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Dublin: 5 °C Sunday 23 February, 2020

Over €3m 'down the drain' after 'comedy of errors' on new pathology office

Nearly €2 million was spent on consultancy during the construction of the new facilities that were only partially built before being demolished last year, the Public Accounts Committee heard yesterday.

State Pathologist Dr Marie Cassidy and garda officials (File photo)
State Pathologist Dr Marie Cassidy and garda officials (File photo)
Image: Laura Hutton/Photocall Ireland

THE DEPARTMENT OF JUSTICE has been accused of a “comedy of errors” and of sending taxpayers’ money “down the drain” on an abandoned project to build new offices for the State Pathologist.

The Oireachtas Committee heard how €4.1 million was spent on proposed new facilities in Marino, north Dublin for the State Pathology Service and the Dublin Corner’s office, but the project was abandoned in 2012 after the developer building it went into receivership.

The partially constructed building was demolished last year and, after recouping a developer’s bond, the total net spend by the State on the abandoned project was €3.3 million.

Fine Gael TD Kieran O’Donnell said that taxpayers’ money had effectively “gone down the drain” while Labour TD Gerald Nash said that the whole management of the project indicated there has been a “comedy of errors”.

The committee heard that over €300,000 was spent on security at the construction site in the period between the project stalling and the building being demolished altogether, a process which itself cost over €52,000.

The committee also heard how over €1.8 million was spent on consultancy during the course of the project, though department secretary general Brian Purcell defended this, insisting these were “not consultancy costs”.

‘Lack of oversight’

He said that this money included payment for architects, surveyors and external engineers on the abandoned project.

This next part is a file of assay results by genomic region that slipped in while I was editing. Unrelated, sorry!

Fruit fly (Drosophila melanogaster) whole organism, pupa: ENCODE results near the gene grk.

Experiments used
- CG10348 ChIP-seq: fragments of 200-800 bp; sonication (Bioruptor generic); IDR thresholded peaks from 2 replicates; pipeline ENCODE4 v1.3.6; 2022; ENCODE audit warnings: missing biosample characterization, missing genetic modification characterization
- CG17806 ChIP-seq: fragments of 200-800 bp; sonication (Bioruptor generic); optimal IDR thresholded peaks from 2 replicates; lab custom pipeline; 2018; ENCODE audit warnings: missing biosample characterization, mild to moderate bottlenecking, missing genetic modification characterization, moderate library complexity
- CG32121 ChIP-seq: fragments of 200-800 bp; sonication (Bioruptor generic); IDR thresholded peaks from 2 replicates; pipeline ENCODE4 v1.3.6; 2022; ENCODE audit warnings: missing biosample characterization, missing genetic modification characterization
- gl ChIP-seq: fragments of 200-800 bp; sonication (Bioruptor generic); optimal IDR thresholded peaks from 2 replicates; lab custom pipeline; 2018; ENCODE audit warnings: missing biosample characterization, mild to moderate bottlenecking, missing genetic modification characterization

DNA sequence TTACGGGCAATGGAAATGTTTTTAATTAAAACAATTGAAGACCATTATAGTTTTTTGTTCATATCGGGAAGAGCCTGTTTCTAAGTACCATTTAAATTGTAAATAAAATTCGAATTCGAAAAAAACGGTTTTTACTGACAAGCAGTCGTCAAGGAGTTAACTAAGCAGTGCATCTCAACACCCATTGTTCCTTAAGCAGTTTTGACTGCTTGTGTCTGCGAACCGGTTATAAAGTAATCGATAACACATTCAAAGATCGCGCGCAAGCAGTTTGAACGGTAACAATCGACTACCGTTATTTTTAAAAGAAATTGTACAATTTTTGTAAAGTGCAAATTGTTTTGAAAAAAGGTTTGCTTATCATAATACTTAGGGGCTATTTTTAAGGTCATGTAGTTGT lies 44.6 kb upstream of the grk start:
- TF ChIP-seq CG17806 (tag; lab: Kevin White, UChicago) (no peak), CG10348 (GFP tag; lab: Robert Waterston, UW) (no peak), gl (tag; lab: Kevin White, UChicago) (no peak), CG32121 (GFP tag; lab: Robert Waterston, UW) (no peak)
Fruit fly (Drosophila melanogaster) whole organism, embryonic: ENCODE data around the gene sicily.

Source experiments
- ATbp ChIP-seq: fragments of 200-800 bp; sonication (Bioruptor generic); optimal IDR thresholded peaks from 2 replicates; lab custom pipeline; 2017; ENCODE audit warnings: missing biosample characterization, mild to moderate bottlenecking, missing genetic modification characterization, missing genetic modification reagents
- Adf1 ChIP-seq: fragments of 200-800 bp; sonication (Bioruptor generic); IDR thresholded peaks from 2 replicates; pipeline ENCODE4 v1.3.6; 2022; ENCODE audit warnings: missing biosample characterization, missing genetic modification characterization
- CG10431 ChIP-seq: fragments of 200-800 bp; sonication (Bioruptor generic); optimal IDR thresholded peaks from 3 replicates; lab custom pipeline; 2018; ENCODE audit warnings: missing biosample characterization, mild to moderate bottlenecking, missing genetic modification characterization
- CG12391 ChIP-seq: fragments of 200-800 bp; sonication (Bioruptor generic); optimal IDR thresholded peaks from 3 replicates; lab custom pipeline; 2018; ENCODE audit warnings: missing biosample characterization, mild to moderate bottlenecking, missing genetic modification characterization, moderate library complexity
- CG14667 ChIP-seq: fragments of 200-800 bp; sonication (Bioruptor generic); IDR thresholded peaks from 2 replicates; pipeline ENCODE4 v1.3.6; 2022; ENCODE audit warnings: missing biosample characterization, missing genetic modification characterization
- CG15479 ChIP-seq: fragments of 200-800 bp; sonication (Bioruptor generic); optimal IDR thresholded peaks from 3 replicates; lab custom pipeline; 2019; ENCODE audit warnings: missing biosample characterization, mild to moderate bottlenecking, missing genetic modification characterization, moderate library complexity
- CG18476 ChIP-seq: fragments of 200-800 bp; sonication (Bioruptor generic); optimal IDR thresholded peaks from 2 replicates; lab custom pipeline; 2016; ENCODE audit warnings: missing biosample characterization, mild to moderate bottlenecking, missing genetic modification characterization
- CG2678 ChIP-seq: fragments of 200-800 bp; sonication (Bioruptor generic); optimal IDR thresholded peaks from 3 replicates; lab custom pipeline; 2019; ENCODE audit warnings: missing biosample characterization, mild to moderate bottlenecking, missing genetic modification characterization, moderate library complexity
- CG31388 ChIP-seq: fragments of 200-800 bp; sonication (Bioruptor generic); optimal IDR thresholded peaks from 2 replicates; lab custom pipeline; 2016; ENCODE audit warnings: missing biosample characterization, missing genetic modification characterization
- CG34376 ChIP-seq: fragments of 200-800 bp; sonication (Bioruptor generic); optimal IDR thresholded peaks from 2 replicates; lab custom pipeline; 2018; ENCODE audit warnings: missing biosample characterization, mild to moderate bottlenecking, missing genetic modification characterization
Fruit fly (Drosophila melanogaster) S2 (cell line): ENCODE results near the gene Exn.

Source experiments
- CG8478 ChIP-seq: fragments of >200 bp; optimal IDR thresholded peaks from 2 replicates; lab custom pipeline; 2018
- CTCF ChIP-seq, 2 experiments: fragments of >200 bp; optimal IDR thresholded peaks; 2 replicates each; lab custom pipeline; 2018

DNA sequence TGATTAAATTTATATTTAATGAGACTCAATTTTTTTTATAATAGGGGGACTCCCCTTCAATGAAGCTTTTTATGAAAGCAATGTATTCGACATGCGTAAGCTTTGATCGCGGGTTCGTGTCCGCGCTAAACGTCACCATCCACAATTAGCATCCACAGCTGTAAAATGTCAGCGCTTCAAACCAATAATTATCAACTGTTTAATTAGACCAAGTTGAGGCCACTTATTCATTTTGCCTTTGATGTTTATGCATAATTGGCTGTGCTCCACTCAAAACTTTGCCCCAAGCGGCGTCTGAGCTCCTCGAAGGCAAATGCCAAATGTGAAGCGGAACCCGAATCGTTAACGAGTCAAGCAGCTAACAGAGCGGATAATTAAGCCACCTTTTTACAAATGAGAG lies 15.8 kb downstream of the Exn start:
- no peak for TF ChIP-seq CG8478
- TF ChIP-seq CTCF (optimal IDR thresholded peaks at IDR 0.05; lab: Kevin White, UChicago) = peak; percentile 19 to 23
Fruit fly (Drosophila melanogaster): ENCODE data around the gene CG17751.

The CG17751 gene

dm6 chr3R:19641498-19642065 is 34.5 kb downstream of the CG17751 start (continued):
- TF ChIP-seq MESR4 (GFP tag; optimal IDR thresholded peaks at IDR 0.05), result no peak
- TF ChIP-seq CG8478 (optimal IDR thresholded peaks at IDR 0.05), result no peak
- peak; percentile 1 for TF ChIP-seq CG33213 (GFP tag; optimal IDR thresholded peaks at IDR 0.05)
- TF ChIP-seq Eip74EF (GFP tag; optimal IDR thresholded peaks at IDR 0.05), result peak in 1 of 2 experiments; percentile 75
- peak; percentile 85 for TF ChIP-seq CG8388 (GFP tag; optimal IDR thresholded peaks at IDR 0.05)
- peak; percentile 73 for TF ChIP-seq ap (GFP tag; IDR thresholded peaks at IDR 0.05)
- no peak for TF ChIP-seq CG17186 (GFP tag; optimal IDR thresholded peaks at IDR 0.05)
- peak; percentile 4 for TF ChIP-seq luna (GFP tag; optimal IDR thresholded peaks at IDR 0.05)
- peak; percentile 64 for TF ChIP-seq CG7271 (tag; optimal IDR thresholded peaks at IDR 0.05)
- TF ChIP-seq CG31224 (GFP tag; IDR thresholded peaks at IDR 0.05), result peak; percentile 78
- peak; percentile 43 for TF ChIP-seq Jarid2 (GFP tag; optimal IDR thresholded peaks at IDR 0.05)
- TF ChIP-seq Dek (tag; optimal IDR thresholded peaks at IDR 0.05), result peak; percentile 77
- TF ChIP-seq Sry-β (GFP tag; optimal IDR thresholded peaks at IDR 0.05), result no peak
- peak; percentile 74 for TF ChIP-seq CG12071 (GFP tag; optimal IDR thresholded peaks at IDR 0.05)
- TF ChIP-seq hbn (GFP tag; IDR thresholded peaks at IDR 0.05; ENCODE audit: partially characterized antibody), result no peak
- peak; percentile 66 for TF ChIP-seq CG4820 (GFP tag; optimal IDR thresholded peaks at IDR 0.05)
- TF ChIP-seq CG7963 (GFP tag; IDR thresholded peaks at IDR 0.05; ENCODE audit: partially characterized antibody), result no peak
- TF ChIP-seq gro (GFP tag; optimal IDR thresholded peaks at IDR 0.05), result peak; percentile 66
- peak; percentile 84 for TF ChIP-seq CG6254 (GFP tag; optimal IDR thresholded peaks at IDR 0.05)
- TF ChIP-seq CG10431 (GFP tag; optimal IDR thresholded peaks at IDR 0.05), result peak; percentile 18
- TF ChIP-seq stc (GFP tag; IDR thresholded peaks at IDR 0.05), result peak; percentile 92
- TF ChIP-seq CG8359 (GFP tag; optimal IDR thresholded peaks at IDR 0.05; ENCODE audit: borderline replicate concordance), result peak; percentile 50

Nash said he was “seriously concerned about the lack of oversight” from the Department. Purcell said that abandoning it was “an unfortunate consequence of the economic downturn”, saying it would have proceeded had it not been for the developer going into receivership.

The committee heard how, having identified a site in 2006, the Department of Justice agreed to fund two-thirds of the project with Dublin County Council, which was providing the site, meeting the balance of construction costs.

However the project hit a number of snags. In 2007, the Department of Environment objected to the location of the site as it was adjacent to the Casino at Marino, an 18th century neo-classical building.

This delayed the process for a year before tendering issues prevented construction from getting under way until July 2010. Then in November of that same year the developer, McNamara Construction, went into receivership, leaving a partially completed structure.

By the time legal issues over tendering were resolved the Department did not have sufficient funding to proceed with the project resulting in it being abandoned.

The State Pathologist and the Dublin Coroner’s offices are currently in prefabricated buildings on the Malahide Road in Marino, but a process is under way to move them into the former garda station building in Whitehall.

Read: State Pathologists could move from portacabins into vacant garda station

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Hugh O'Connell

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